On 23 December 2010, two of us attended Sabeel’s Communion service at 12 pm. Sabeel is the Ecumenical Liberation Theology Center in Jerusalem. The centre was founded by Rev. Dr. Naim Ateek in 1990 and works for justice, peace, and reconciliation in Palestine-Israel. The word, sabeel, is Arabic for ‘the way’ and also ‘a channel’ or ‘spring’. The weekly service is open to the community and facilitates a wave of prayer through the world’s time zones as individuals and groups pray together in solidarity with Sabeel in Jerusalem and with Friends of Sabeel worldwide.

Rev. Naim Ateek - Sabeel - 23Dec10 - Credit: J. Graham, KAIROS

Rev. Naim Ateek - Sabeel - 23Dec10 - Credit: J. Graham, KAIROS

On Thursday, Rev. Ateek invited us into conversation about what is righteous in a time of Occupation and how people might rise above unjust laws. He invited us to remember the meaning of the name given to Jesus, Emmanuel: “God with us”. We are not alone.

In searching online for information about Sabeel, I found this video (Oct. 2009) which concludes with this thought: “Keep the energy; keep the fire burning. I hope some of you will get together and begin working on a strategy because many of us cannot listen anymore to analysis. We must move beyond that to effecting change. And I think we can do it.”

It is happening again. Apartheid. Separation.

I heard the word, apartheid, in late April 2009 in Bethlehem. The Rev. Dr. Mitri Raheb used it during a conversation that he had with a group of 22 of us from Canada. One of us had asked him for his opinion about the conflict. I remember him saying that in the immediacy of the Lutheran ministry in Bethlehem, he was encouraged for the tremendous international support for the ministry. We were meeting in the beautiful space of the International Center of Bethlehem, Dar Annadwa Addawliyya ( دار الندوة الدولية‎). But he said, in terms of the bigger picture, ‘we are on our way to fully formed apartheid’.

I remember that moment as though I did a physical, mental, and emotional double-take. What? On the last day of that trip, the experience at the Qalandia checkpoint on the north side of East Jerusalem with Machsom Watch was a second shock to the system. A few of us witnessed the cattle-like processing of Palestinians through cages as they attempted to move from the West Bank to work, to school, and to hospitals in East Jerusalem.

Upon returning home in May 2009, I was moved to apply to EAPPI. And so, here I am. I’ve been here for ten days.

Angela Godfrey-Goldstein

Angela Godfrey-Goldstein - 17 Dec. 2010

Today, on a tour with Angela Godfrey-Goldstein from the Israeli Committee Against House Demolitions (ICAHD), my mind and soul shuddered awake again… She explained that the word, apartheid, is Afrikaans for “separation” or “apartness”.

Bedouin women crossing below settler-only road

Bedouin women crossing below settler-only road - 17 Dec. 2010

Illegal settlement east of Jerusalem

Illegal settlement east of Jerusalem - 17 Dec. 2010

“Of course!!” my mind, soul, and body cries. Of course! This is what I’m seeing…in the blatant differences in municipal infrastructure on one side of Road No. 1 (the municipal name for the Green Line) – the West-Jerusalem side is spacious and bright – the East-Jerusalem side is crammed and crumbling. This is what I’m seeing as three types of armed personnel stand and roam the streets of the Old City with assault rifles. This is what I’m seeing when Israelis use only the Egged Busses and Palestinians use the ‘Green and Blue’ buses. This is what I’m seeing on the Ministry of Tourism map of The Old City of Jerusalem – that shows only Israeli parts of the Old City and sketches in parts to be built after evictions and demolitions (e.g., the Old City of David where the Palestinian neighbourhood of Silwan actually exists). This is what I see in the incomprehensible differences between (1) Bedouin villages on scraps of land being taken over by the settler-only access roads and municipal garbage dumps and (2) illegal settlements. This is what I see in the Separation Wall. This is what I see in the need for the Kairos Palestine document as comparable to the Kairos document published by black South African theologians in 1985 regarding South African Apartheid.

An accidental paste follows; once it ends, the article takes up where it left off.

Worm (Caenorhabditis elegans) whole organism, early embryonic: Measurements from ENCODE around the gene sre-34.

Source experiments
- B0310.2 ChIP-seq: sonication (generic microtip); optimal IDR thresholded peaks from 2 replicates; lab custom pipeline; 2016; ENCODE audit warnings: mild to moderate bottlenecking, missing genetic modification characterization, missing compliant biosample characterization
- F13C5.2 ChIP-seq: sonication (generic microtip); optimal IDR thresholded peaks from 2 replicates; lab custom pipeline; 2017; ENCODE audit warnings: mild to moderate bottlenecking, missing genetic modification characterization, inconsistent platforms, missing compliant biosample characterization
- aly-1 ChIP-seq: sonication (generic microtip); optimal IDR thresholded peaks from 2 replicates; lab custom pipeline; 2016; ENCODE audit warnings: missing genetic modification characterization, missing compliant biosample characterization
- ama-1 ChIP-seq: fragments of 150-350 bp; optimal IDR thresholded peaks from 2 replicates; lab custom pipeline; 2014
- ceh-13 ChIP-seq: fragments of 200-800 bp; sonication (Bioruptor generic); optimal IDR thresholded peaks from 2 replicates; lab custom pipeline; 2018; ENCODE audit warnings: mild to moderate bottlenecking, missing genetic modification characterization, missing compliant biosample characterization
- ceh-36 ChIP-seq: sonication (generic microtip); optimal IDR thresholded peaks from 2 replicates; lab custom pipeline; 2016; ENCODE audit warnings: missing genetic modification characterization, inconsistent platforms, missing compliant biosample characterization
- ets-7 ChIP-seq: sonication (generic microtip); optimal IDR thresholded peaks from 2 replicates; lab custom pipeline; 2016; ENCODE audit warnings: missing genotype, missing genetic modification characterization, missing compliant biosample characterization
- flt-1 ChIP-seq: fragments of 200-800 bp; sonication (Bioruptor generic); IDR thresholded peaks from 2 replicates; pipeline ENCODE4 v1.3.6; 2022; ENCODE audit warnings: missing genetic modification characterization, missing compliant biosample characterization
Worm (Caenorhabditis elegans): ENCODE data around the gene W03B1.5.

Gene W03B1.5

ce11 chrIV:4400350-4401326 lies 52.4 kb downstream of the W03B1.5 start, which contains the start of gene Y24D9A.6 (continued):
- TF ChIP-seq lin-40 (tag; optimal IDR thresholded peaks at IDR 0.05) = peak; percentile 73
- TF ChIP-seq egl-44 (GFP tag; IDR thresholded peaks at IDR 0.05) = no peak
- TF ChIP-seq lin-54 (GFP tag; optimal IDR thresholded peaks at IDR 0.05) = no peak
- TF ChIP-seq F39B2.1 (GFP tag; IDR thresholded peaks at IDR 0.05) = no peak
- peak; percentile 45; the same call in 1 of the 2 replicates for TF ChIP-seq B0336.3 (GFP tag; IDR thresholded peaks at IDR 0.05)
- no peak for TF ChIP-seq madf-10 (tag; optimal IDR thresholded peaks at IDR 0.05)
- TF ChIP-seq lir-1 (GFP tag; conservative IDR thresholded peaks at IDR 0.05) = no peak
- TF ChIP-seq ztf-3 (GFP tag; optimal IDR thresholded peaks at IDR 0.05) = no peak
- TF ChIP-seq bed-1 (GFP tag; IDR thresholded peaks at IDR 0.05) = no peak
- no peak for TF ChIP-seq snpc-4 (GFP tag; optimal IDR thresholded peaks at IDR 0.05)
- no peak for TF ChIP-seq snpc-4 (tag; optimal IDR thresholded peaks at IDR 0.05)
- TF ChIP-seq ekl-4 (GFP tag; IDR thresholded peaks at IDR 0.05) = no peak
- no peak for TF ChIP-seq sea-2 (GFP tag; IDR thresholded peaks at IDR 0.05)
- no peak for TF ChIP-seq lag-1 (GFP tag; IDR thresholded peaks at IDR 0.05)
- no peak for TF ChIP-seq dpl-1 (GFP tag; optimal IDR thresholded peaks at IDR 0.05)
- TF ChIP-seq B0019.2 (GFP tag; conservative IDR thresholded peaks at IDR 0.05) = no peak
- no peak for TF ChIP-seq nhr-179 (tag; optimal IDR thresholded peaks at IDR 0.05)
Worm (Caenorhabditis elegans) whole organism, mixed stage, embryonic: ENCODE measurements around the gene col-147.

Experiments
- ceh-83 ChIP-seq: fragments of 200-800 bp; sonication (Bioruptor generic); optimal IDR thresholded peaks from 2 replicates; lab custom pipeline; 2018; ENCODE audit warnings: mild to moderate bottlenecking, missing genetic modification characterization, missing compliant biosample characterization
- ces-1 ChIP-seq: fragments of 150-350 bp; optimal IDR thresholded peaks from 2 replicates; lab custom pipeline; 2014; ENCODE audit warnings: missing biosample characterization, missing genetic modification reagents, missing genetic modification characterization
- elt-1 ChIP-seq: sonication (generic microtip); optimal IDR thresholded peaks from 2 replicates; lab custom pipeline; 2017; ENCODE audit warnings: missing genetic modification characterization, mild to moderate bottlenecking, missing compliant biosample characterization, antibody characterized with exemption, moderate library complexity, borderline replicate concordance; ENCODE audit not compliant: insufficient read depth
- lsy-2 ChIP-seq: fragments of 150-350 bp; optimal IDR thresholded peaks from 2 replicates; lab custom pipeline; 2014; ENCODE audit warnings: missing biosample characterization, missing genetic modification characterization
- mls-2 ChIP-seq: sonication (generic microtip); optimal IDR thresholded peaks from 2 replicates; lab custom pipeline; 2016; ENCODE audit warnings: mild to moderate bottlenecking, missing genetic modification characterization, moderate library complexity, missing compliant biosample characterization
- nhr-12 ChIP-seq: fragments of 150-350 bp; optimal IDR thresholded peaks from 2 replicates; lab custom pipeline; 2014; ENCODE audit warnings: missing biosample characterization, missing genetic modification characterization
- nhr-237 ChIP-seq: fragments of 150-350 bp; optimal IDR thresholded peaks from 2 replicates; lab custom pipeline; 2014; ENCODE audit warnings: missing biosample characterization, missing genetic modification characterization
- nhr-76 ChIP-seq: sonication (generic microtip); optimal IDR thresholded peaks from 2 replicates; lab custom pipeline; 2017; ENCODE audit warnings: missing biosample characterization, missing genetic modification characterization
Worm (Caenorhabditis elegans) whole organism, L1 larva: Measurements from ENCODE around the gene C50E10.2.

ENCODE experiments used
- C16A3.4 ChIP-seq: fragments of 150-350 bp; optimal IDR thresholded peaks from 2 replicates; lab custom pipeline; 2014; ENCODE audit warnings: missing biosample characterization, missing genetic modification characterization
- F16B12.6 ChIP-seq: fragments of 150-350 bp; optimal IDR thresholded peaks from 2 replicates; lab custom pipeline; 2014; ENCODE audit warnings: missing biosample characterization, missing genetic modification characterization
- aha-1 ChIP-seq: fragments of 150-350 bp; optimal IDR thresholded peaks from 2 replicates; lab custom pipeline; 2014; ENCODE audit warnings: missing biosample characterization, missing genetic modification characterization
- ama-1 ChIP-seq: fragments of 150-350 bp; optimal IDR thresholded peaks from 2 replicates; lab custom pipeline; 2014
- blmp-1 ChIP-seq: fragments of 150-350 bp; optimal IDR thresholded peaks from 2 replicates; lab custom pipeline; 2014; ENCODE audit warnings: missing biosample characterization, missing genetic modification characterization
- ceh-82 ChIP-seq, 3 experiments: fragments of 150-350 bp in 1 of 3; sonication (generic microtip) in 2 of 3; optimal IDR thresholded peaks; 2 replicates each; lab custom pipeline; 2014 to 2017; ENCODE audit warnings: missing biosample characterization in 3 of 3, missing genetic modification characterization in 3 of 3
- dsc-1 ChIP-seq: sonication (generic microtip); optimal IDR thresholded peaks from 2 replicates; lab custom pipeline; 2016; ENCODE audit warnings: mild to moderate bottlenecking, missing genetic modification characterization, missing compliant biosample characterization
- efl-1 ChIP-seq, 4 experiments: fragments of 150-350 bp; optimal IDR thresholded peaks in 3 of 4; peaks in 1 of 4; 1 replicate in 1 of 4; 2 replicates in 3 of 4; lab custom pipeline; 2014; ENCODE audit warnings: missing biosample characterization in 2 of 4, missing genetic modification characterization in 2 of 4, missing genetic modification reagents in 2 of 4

Rev. Dr. Mitri Raheb, Dr. Khouloud Daibes, & Ms. Dame Mary Tanner

Rev. Dr. Mitri Raheb, Dr. Khouloud Daibes, & Ms. Dame Mary Tanner - 16 Dec. 2010

Also, this week, the members of EAPPI Group 38 were invited to Bethlehem to join an international delegation of women and local Heads of Church  to mark the one-year anniversary of the release of the Kairos Palestine document. People spoke in hope, in faith, and in love that next year, on the second anniversary, we will be closer to peace. Rev. Dr. Mitri Raheb, one of the authors of the document, moderated the panel discussion.

And so the circle comes around. Apartheid. Separation.

Now, I find myself here with 24 other EAs from around the world, to offer protective presence to vulnerable communities, to monitor and report human rights abuses, and to support Palestinians and Israelis working together for peace. Now and when we return home, we will campaign for a just and peaceful resolution to the conflict through an end to the occupation, respect for international law, and implementation of UN resolutions. Angela Godfrey-Goldstein began her tour with these words about this apartheid state: “It will change only when ordinary people understand what is going on.” Our political leaders need to hear from us.

I will write more on all of this in the coming weeks and months…from the City of Peace.

Fullness of life here – Bedouin village visit